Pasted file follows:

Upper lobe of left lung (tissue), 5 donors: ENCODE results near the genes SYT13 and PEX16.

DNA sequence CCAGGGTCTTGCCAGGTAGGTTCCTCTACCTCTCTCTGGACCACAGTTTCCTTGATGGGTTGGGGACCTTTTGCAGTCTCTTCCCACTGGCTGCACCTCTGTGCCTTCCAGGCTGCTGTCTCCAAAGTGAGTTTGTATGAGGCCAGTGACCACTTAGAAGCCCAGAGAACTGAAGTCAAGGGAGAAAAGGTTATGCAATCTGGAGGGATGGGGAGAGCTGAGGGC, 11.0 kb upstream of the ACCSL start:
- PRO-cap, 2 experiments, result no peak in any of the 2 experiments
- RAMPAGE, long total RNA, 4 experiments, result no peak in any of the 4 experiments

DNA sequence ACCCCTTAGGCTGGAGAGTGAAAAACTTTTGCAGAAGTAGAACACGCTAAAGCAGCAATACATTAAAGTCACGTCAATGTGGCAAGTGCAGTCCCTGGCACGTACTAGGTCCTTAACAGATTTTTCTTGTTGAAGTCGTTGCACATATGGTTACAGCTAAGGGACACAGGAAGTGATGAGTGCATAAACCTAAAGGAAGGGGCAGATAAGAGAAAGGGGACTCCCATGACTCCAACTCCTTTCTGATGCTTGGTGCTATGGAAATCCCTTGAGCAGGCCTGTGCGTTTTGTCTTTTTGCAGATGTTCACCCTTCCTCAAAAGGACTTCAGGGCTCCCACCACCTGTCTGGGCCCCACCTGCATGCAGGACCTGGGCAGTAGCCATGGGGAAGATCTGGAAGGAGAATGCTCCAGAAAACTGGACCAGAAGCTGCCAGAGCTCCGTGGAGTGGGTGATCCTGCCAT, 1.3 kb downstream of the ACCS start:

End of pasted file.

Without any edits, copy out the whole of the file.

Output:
Upper lobe of left lung (tissue), 5 donors: ENCODE results near the genes SYT13 and PEX16.

DNA sequence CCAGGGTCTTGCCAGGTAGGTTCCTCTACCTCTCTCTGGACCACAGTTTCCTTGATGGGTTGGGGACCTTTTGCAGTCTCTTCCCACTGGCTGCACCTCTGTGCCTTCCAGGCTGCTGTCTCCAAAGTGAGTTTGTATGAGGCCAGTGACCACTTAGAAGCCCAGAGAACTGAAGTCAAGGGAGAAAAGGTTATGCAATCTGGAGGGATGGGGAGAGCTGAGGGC, 11.0 kb upstream of the ACCSL start:
- PRO-cap, 2 experiments, result no peak in any of the 2 experiments
- RAMPAGE, long total RNA, 4 experiments, result no peak in any of the 4 experiments

DNA sequence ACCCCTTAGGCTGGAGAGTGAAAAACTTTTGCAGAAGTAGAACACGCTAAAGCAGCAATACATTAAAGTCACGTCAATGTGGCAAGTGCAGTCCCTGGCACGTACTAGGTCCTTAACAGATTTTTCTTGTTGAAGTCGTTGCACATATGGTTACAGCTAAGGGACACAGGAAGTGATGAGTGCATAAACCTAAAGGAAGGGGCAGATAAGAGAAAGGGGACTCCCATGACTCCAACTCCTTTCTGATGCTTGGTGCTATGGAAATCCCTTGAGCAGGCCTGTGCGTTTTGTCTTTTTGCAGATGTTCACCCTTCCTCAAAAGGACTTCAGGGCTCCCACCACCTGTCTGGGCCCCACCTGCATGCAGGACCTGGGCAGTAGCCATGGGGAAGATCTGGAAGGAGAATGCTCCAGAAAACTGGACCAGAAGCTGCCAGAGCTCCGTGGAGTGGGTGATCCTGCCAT, 1.3 kb downstream of the ACCS start: